... it's known here in the US as Corn Poppy. Cheers.
"During World War I corn poppies bloomed in waste grounds of much of the Western front, where they provided a vivid reminder of the bloody battles that had so recently taken place there. The corn poppy is immortalized in the poem "In Flanders Fields" by Canadian poet and soldier Lt.Col. John McCrae.
Similarly, it is a symbol of the blood of Polish soldiers killed in the Battle of Monte Cassino in the Polish war song Czerwone maki na Monte Cassino (Red Poppies on Monte Cassino)."
"Only the dead have seen the end of war."
Thanks for your comment, Larry
– on behalf of both Czechia and Poland
Red? Why does it always have to be red?
Excuse me. I need to research my Bohemian ancestors. This could take awhile .. : )
I hope I didn't offend anybody by implying
that I could possibly have Bohemian ancestors.
Hey, in this life you have to play the cards
that you are dealt. I am right ???
I saw a lot of them last week around Montepulciano, but none of them were like the ones on your picture!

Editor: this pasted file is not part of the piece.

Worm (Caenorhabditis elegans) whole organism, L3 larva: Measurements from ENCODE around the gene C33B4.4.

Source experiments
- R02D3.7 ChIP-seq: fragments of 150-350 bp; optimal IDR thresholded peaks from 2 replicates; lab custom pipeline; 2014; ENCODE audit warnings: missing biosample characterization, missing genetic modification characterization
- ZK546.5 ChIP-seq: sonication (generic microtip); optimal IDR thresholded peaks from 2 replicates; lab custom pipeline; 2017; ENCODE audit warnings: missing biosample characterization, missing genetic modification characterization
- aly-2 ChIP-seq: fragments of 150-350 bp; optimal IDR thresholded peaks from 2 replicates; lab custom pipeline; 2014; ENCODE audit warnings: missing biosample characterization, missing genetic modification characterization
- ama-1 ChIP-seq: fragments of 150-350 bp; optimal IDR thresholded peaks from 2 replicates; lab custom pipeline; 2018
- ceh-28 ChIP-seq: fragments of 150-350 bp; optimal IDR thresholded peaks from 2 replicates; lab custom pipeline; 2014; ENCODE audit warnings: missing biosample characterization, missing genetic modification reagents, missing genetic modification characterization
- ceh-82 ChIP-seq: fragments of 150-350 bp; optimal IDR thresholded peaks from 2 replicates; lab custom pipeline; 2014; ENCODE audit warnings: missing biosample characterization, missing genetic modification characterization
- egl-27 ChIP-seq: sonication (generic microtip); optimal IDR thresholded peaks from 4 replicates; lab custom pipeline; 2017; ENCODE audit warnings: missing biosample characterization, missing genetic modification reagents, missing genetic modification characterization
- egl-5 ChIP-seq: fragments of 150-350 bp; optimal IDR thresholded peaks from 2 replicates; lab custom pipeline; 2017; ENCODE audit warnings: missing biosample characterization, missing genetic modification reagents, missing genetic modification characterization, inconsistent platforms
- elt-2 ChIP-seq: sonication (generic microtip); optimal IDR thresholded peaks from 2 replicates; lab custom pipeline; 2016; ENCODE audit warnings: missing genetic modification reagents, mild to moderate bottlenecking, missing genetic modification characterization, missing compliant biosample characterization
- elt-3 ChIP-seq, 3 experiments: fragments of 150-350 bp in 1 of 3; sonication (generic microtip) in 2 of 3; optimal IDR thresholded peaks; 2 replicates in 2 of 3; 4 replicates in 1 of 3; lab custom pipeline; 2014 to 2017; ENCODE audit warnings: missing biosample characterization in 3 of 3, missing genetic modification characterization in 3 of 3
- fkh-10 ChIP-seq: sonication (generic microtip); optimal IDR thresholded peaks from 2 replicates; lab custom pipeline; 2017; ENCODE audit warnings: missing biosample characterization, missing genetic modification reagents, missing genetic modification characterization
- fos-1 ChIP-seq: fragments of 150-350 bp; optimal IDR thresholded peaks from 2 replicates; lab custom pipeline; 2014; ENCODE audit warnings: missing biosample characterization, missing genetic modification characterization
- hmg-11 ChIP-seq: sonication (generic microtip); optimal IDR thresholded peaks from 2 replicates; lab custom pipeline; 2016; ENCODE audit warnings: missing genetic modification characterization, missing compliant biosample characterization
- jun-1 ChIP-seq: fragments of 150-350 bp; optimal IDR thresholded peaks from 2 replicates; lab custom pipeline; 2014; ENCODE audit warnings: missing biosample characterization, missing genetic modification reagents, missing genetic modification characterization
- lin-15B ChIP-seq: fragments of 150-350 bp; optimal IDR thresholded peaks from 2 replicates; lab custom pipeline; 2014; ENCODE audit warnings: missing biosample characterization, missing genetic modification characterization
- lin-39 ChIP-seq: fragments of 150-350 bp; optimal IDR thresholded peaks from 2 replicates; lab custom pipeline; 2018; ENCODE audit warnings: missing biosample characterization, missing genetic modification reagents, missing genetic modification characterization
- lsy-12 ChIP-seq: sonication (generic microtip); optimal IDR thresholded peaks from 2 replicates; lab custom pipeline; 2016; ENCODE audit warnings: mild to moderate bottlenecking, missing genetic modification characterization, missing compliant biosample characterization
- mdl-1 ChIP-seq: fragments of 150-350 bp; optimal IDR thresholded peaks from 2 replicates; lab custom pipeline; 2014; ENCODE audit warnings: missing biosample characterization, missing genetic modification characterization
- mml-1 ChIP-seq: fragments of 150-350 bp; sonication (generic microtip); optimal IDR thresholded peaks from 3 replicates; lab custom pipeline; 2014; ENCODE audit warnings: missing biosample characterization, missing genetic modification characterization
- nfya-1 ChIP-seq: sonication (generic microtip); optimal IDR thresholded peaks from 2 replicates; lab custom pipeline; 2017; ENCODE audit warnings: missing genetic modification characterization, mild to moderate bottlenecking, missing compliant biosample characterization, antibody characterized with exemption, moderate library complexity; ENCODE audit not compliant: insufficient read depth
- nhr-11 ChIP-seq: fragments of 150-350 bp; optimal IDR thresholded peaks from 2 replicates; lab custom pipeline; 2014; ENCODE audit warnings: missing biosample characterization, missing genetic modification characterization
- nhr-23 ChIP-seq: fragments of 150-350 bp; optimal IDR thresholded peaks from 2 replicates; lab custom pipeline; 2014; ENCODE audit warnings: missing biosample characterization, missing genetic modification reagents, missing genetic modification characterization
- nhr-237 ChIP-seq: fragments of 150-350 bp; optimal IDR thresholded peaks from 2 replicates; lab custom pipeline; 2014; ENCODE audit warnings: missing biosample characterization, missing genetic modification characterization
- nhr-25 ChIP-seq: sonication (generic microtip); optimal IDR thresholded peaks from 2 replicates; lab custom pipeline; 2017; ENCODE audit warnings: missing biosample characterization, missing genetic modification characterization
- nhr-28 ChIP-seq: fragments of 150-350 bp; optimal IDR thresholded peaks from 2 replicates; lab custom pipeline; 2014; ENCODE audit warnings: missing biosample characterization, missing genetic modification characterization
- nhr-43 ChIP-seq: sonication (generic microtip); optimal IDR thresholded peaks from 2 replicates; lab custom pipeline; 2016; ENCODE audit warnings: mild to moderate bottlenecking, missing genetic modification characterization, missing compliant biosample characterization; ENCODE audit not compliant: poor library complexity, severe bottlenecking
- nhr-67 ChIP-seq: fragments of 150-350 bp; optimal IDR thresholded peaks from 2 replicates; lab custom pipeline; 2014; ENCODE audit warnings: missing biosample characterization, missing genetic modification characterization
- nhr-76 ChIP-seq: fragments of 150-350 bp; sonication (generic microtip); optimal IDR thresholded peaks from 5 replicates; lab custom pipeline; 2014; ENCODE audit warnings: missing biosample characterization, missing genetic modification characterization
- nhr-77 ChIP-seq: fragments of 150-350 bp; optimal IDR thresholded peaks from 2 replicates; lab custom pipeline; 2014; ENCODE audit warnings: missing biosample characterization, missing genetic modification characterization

Many greetings to you,
Hi Eric, the season for poppies was almost over... How did you like Italy?
Oh, Italy was fantastic - the Toscana is just a dream! And the Montepulciano area, which lies south of Siena and west of Lake Trasimeno, is one that corresponds with just about every Italy-cliché! I'd love to show you some of the pictures - I took over 600 of them - it's just that they won't fit on SP. Maybe I could post them to you elsewhere, like on Flickr for instance?
I'm back in Salzburg since two weeks; we've had quite a heat wave, and now I'm hoping that the rainy weather will rain itself really well out NOW and then leave me in peace when I'm back in Lech am Arlberg for the first week in August!
How are things going for you, Liba?
All the best to you,